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article imageTeam creates 'unhackable' brain scanner to replace passwords

By James Walker     Feb 8, 2016 in Technology
Future security is topical at the moment as groups across the world are building different systems to prepare us for a passwordless future. One such team has come up with a very different solution that scans the brain to create an 'unhackable' ID.
ScienceAlert reports scientists at Binghamton University have built an electroencephalogram (EEG) cap that displays 500 images to the user at a rate of two per second. By analyzing the brain's response to being shown the set of images, the system, known as Brainprint, is capable of working out whether the user is authorized or not.
The images are designed to extract strong emotional responses from the user and include pictures of food and landscapes, intriguing words such as "conundrum" and famous actors. By learning its users' normal response to being shown the pictures, Brainprint is able to detect when the person wearing the EEG cap isn’t an authorized user, denying access to the device.
Lead researcher Sarah Lazlo said: "When you take hundreds of these images, where every person is going to feel differently about each individual one, then you can be really accurate in identifying which person it was who looked at them just by their brain activity."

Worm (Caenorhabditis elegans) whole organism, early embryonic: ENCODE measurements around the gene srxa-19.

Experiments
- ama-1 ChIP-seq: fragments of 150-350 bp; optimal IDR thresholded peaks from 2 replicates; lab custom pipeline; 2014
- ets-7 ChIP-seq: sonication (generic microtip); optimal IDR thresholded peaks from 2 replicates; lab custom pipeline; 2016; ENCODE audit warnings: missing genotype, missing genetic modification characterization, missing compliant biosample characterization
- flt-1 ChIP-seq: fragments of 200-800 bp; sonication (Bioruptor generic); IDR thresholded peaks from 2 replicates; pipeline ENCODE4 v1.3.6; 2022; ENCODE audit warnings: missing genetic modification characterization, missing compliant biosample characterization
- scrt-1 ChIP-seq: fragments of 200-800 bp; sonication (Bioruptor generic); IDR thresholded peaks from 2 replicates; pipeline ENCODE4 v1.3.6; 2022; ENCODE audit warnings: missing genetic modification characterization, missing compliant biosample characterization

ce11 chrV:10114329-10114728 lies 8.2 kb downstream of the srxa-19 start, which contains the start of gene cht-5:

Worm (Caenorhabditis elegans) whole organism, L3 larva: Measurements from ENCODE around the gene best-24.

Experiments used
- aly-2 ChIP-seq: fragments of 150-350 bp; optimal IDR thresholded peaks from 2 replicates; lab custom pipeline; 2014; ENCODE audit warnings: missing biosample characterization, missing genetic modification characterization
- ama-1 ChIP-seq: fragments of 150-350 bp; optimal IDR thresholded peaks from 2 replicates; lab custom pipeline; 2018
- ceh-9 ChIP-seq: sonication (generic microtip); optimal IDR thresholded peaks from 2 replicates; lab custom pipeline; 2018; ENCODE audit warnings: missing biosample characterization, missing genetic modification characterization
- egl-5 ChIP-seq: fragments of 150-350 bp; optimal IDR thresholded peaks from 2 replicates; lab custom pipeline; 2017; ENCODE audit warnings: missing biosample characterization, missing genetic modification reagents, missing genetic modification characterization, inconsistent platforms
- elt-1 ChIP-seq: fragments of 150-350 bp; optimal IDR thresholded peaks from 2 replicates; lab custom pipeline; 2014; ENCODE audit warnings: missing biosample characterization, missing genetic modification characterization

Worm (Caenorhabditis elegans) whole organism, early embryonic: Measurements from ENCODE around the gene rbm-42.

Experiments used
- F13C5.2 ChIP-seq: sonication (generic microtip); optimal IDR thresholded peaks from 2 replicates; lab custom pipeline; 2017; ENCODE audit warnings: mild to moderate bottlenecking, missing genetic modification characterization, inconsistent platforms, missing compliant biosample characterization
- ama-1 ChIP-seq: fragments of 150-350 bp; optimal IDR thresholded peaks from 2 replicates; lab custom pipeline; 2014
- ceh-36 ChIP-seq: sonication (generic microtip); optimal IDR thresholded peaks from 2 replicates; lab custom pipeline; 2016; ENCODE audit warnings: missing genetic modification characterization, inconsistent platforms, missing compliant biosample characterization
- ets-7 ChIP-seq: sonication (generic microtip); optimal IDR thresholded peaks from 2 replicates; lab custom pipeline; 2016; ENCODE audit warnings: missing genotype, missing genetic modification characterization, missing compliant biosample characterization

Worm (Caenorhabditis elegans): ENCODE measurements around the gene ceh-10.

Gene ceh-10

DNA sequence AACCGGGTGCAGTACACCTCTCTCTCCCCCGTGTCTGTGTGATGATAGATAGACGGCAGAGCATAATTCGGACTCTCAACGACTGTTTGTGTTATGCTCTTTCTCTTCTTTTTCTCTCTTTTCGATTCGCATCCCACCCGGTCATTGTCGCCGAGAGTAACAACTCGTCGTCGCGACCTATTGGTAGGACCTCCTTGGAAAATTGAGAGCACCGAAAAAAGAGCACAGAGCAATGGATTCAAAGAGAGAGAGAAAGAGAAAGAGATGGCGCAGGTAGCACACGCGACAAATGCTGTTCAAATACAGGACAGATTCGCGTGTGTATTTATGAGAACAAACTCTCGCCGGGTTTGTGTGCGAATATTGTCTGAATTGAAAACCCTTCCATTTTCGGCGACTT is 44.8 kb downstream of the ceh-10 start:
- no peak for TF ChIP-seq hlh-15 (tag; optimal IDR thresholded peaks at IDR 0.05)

A side effect of the process is that the regular user can also be locked out if they have something else on their mind while trying to login. As annoying as this could be, the team claims the problem is actually an advantage. If an attacker forced the user to unlock their phone while at gunpoint, they simply wouldn't be able to until their excited brainwaves returned to normal with the gun lowered and the fear lessened.
Project engineer Zhanpeng Jin said: "The key idea is that we want to identify and recognise the individual person based on their inside thinking. Inside-brain activity is not visible to anyone else. Even more exciting is that we want to use a non-volitional response. That means even the user cannot be aware of it."
When testing Brainprint with 30 different people, the program identified the current user with 100 percent accuracy, proving it could work as a future security method. There are still some major issues though and we certainly won't be unlocking smartphones while wearing an EEG cap for some time to come.
Despite its unhackable nature, carrying an EEG cap isn't likely to become a popular method of signing into devices. The design will need to be refined, requiring an overhaul of the technology used to measure brainwaves. The system is also slow, requiring the user to look at 500 images before they are granted access. The technology clearly still has a long way to go but represents another interesting look into what the "password" of the future may be.
The long strings of characters, phrases and words are currently in decline as new authentication techniques with extra security and convenience increase in popularity. The proliferation of fingerprint scanners across smartphones is now extending into workplaces, a quick way to login that can only be thwarted if an attacker forces a finger onto the sensor.
Camera-based methods, such as iris and retina scanners, are also seeing more widespread use and are beginning to appear on some smartphones. A recent report found that passwords will likely remain the most popular authentication technique until at least 2025 but the growing numbers of next-generation methods are likely to become more popular over the next few years.
More about Brain, Brain scan, Password, Security, authentication
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